Transvaal: History

The Sotho and Venda peoples (both Bantu-speaking peoples) are thought to have settled in the Transvaal as early as the 8th cent. In the mid-1830s Afrikaner farmers (Boers), mainly from the Cape Colony (see Cape Province), came to the region (see Trek, Great). They scattered over the huge territory but were unable to form a strong government. In the Sand River Convention (1852) Great Britain, which at the time also held Cape Colony and Natal (see KwaZulu-Natal), recognized the right of the Boers beyond the Vaal River to administer their own affairs.

In 1857 the South African Republic was inaugurated in the SW Transvaal but claimed sovereignty over the whole territory. Martin Pretorius, son of the Boer leader Andries Pretorius, was its first president. In the 1860s and 70s the South African Republic expanded in size, and there were isolated finds of gold, diamonds, and copper. However, by the late 1870s the republic was bankrupt.

In 1877, Britain annexed the South African Republic after only a mild formal protest by its president, T. F. Burgers. In late 1880, however, the Boers began an armed revolt against the British and proclaimed a new republic. After defeats at Laing's Nek, Ingogo, and Majuba Hill (all in Feb., 1881), Britain granted the South African Republic independence.

In 1883, S. J. P. Kruger (Oom Paul Kruger) became the new republic's first president. In 1886 large gold deposits were discovered on what later came to be called the Witwatersrand, and many foreigners, especially Britons and Germans, entered the republic. The foreigners, called Uitlanders, threatened to overwhelm the Boers, whom they soon outnumbered by more than two to one. The Boers denied political rights to the foreigners and taxed them heavily. In Dec., 1895, Leander Starr Jameson staged a raid into the Transvaal that was intended to trigger an uprising by foreigners against President Kruger. However, only a minor revolt materialized, and Jameson was captured.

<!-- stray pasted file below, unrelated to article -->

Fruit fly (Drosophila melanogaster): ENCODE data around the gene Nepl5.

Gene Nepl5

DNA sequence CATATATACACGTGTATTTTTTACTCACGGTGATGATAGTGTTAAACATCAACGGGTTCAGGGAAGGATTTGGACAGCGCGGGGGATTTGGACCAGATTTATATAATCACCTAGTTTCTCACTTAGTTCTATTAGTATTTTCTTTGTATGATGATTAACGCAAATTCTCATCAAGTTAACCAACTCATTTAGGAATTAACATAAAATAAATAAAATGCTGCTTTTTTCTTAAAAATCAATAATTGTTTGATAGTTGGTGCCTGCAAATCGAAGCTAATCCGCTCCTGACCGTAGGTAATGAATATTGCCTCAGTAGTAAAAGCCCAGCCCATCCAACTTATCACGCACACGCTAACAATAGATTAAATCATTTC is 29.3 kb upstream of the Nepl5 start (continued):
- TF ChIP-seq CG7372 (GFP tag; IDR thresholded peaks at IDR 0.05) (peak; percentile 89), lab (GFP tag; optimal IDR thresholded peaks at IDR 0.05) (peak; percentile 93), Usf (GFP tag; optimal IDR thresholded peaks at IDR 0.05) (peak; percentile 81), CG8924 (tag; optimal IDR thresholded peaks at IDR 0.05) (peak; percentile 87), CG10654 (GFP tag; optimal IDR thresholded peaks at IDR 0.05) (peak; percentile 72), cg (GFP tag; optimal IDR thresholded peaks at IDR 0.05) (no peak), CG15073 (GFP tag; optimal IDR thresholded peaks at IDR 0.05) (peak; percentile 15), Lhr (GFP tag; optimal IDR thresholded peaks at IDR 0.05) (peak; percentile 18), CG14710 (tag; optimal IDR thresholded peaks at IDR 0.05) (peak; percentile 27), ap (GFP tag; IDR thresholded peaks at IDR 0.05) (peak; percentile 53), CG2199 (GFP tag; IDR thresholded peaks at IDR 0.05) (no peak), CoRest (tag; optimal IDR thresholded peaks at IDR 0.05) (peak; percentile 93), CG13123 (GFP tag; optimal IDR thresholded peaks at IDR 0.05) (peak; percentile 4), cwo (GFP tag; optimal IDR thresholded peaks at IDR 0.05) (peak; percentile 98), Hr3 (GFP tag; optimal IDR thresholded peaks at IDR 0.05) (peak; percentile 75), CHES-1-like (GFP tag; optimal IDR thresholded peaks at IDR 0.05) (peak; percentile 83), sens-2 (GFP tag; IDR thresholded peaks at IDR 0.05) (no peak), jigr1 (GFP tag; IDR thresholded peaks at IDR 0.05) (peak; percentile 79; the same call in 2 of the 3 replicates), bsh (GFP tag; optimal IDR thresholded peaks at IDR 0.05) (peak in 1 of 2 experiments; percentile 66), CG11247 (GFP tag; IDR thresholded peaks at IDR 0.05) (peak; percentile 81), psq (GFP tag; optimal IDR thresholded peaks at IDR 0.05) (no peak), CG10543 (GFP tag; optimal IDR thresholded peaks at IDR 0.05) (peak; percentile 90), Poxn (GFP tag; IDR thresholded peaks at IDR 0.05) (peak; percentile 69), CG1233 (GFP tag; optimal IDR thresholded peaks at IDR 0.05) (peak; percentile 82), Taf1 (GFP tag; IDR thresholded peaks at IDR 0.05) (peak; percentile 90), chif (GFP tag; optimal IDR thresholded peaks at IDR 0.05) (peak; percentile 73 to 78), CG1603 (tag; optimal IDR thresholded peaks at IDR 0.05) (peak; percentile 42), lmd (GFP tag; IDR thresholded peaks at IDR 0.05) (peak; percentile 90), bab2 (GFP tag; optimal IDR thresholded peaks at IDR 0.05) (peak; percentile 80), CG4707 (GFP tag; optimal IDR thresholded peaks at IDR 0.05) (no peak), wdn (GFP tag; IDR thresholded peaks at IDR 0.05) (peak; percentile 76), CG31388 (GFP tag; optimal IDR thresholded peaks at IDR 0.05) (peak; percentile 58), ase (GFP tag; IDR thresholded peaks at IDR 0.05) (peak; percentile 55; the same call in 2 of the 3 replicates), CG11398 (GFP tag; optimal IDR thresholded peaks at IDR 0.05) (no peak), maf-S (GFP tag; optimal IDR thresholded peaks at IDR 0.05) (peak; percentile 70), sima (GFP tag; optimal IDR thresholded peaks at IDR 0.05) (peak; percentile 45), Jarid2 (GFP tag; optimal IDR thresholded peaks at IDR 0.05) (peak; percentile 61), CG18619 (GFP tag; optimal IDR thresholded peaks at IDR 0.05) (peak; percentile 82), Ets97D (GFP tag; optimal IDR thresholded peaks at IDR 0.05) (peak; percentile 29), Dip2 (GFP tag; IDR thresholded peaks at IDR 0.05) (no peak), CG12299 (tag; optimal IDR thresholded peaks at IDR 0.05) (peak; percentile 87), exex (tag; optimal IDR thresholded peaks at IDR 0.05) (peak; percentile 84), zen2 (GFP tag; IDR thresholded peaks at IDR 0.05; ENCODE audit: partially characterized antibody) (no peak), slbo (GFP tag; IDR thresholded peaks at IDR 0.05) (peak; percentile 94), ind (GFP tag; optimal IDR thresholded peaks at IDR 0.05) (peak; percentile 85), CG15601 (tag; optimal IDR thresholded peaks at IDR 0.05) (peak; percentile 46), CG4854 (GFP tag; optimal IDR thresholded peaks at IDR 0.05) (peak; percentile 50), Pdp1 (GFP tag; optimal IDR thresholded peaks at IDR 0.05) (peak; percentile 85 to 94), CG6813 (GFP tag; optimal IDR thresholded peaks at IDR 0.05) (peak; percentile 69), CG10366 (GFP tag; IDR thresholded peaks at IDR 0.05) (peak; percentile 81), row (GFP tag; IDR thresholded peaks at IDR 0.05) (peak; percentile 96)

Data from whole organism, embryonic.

Tension between Boers and Britons in S Africa increased after the Jameson Raid, and in 1899 the South African War broke out. The Transvaal was annexed by Britain in 1900, but guerrilla fighting continued. The Treaty of Vereeniging (1902) ended the war and made the Transvaal (as well as the Orange Free State) a crown colony of the British Empire. The Transvaal, led by Jan Christiaan Smuts and Louis Botha, was granted self-government in 1907 and in 1910 became a founding province of the Union of South Africa. In 1961, the Transvaal became a province of the Republic of South Africa.

The Columbia Electronic Encyclopedia, 6th ed. Copyright © 2012, Columbia University Press. All rights reserved.

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